How To Make A DIY Feral Cat Winter Shelter

Making a DIY feral cat winter shelter is an easy project and simple to make. You probably have the majority of the items around your house already.

There are many different ways to create cat shelters, and they can be easy or complicated.

You can make a shelter that requires the use of tools and some building skills, or you can make a shelter that does not involve any construction knowledge.

We have chosen a DIY feral cat winter shelter that is easy to put together, a project that you can involve the kids in, and one that needed supplies are readily available.

How To Put Together A DIY Feral Cat Winter Shelter

Supplies Needed:

Tote:

Use a Rubbermaid-type storage container with a lid.

Use an 18 gallon or larger, but not too large.

Get a container that is a darker color, like earth tones.

Reflectix or Foam board insulation: Purchase at a home improvement store, like Lowe’s or Home Depot.

Duct or Gorilla Tape: Home improvement stores, hardware, and big-box stores will carry both types of this tape.

Box Cutter, Scissors

Sharpie

Hairdryer

Bedding Material: Straw or Natural Bedding. Pet supplies or feed stores carry these items. 

Directions For Making The DIY Feral Cat Shelter:

  • With the Sharpie, trace a five-inch square as an entry point on your container. 
  • Decide beforehand where you will be placing the container outside to know whether the entry should be on the long side of the container, or on the short end.
  • Use the hairdryer on the outside of the container to warm up the plastic. This will make it easier to cut through the container.
  • While the plastic is still warm, use the box cutter and cut out the entry’s two sides and bottom. Do not cut the top, as this will be used to create a flap.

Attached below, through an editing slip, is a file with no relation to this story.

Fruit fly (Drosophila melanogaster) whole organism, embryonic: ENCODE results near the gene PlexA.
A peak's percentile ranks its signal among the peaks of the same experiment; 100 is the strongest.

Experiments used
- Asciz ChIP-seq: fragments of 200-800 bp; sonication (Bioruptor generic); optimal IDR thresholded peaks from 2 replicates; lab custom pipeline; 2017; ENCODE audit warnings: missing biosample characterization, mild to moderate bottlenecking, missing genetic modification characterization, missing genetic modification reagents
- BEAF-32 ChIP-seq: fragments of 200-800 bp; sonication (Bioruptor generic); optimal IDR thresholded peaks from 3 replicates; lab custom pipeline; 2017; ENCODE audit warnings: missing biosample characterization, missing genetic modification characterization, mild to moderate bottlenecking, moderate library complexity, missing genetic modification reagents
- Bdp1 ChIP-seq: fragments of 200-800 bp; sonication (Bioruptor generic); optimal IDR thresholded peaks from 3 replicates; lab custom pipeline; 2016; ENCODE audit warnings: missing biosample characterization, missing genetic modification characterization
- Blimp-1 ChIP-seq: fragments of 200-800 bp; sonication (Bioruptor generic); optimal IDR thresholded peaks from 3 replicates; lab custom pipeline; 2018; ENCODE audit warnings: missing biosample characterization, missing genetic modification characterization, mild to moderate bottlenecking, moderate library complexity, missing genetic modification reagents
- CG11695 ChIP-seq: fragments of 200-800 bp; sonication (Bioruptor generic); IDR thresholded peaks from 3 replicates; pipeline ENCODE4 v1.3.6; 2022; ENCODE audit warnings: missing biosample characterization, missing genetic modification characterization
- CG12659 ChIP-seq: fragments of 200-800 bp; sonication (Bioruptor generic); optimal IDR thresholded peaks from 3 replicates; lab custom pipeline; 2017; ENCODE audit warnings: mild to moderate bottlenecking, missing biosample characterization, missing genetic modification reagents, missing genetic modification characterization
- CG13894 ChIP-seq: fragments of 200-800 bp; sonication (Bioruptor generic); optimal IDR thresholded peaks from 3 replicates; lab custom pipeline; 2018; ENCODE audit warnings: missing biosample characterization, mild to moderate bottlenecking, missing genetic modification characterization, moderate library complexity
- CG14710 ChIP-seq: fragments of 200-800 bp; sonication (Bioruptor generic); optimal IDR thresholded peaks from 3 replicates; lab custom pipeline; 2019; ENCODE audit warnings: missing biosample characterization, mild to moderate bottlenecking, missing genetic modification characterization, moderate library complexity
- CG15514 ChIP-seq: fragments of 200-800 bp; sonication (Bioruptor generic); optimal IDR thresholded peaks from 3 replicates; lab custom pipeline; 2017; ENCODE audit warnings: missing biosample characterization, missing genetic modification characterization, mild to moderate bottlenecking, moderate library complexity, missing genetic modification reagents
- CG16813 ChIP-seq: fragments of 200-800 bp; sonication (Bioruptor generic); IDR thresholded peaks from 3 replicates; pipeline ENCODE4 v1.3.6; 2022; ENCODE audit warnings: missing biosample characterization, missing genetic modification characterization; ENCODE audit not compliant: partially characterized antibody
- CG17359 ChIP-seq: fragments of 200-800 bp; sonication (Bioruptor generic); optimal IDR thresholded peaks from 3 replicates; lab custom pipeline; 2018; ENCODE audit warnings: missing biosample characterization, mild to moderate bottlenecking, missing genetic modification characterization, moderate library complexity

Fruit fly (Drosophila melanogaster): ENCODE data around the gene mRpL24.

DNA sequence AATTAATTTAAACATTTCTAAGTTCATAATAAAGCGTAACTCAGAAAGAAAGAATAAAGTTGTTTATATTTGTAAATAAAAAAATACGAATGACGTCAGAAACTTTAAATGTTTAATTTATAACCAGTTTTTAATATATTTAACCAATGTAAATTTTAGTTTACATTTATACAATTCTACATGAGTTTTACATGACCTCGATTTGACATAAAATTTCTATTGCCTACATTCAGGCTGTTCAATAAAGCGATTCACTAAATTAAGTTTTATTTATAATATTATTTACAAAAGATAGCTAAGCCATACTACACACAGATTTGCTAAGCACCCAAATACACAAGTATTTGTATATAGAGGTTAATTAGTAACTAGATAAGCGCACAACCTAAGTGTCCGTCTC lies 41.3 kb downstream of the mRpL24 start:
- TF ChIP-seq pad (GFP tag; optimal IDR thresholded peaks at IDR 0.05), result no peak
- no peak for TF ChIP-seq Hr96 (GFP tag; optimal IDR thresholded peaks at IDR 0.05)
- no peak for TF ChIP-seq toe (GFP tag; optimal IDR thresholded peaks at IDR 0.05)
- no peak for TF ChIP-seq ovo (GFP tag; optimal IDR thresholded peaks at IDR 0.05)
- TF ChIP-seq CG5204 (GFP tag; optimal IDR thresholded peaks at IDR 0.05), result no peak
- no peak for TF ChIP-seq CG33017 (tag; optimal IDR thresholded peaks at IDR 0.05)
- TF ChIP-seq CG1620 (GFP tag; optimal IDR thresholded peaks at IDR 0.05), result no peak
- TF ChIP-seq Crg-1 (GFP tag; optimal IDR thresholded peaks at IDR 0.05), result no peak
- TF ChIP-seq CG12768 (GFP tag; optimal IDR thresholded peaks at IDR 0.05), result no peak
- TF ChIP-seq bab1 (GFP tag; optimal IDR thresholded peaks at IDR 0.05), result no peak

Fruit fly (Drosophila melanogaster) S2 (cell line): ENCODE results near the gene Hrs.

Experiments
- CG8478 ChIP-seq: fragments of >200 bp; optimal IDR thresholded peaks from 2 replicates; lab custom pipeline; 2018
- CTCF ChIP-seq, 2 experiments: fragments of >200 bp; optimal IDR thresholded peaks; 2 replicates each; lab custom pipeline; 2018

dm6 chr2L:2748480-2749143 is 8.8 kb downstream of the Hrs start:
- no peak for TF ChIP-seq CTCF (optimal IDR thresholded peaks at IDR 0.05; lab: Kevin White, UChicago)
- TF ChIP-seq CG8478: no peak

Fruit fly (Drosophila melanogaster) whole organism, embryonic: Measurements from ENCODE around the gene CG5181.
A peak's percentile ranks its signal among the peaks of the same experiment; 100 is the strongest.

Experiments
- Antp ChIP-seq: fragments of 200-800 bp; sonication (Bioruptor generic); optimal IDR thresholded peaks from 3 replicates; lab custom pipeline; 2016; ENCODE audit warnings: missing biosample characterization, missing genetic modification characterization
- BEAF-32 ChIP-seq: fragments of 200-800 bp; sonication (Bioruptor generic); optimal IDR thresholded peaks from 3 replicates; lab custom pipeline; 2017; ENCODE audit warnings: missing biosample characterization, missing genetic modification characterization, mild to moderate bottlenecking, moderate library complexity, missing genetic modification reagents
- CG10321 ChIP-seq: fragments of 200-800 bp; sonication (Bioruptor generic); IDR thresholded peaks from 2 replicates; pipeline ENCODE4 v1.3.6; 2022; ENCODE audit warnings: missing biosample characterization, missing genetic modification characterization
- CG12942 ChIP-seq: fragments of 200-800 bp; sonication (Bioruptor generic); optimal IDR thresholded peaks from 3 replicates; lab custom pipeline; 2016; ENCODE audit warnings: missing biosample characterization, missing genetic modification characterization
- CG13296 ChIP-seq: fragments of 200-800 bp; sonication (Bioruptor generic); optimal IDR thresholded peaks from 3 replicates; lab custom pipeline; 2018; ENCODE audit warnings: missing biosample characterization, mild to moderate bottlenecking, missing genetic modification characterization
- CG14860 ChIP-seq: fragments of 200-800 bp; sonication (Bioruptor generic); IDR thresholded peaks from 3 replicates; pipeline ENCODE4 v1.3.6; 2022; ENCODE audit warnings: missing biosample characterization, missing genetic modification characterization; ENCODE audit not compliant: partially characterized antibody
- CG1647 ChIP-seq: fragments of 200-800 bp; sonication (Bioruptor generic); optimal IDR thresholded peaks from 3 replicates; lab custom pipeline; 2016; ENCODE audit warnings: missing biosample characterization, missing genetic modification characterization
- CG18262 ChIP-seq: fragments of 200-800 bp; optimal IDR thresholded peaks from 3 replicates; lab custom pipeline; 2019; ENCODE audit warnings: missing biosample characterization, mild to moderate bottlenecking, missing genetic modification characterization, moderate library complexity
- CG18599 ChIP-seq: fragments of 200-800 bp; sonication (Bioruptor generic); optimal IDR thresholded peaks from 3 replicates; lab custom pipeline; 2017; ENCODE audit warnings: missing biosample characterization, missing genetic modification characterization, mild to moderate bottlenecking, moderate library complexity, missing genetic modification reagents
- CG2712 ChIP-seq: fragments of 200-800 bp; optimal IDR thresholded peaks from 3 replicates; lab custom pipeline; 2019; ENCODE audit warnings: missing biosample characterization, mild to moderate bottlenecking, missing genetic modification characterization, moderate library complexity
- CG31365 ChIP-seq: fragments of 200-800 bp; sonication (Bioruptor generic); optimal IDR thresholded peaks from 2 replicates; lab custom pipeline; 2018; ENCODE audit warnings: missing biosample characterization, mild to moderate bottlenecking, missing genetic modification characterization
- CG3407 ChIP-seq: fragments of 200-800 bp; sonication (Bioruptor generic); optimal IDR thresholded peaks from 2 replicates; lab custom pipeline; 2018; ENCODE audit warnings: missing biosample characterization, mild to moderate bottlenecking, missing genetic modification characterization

• Fold the flap upward to create the space for the cat to get under. If the material is too stiff to allow for this flexibility, then cut the flap out completely. Use the duct tape to tape this flap to the container. Cut the flap slightly smaller so that the cat can move it aside to gain entry.
  • Use the box cutter to cut the foam board to the right size for the container’s interior. Cut pieces for the bottom, each of the four sides, and a piece for the top.
  • For added insulation, cut the Reflectix insulation and use it to line the storage container and the inside of the lid. Use the duct tape to secure the Reflectix insulation and create corners that hold the foam board insulation.
  • If you have chosen to use it, place the Reflectix insulation in the container and then the foam board pieces on top. 
  • Where the entryway is located, cut out the insulation, and use duct tape to secure the entrance’s insulation. Make sure that you have no sharp edges created with the tape.
  • When you have the insulation in place, add the straw or natural bedding to the bottom of the container.
  • Put the foam piece on the top and then the lid in place and secure with some tape. Don’t tape the lid down completely, as you will need to get inside to add clean bedding on occasion.
  • Place the shelter outside in a sheltered location and keep it off the ground by setting it on two by fours or other building material.
  • Place a heavy object on top to anchor the container in place.
  • Check your feral cat shelter periodically to make sure it is in place and has clean bedding.

Essential Tips About DIY Feral Cat Winter Shelters

Shelter size:

When making a shelter, you do not want to make it too big. The insulation inside the shelter will help to trap heat inside, but it will be the cat that is generating the heat.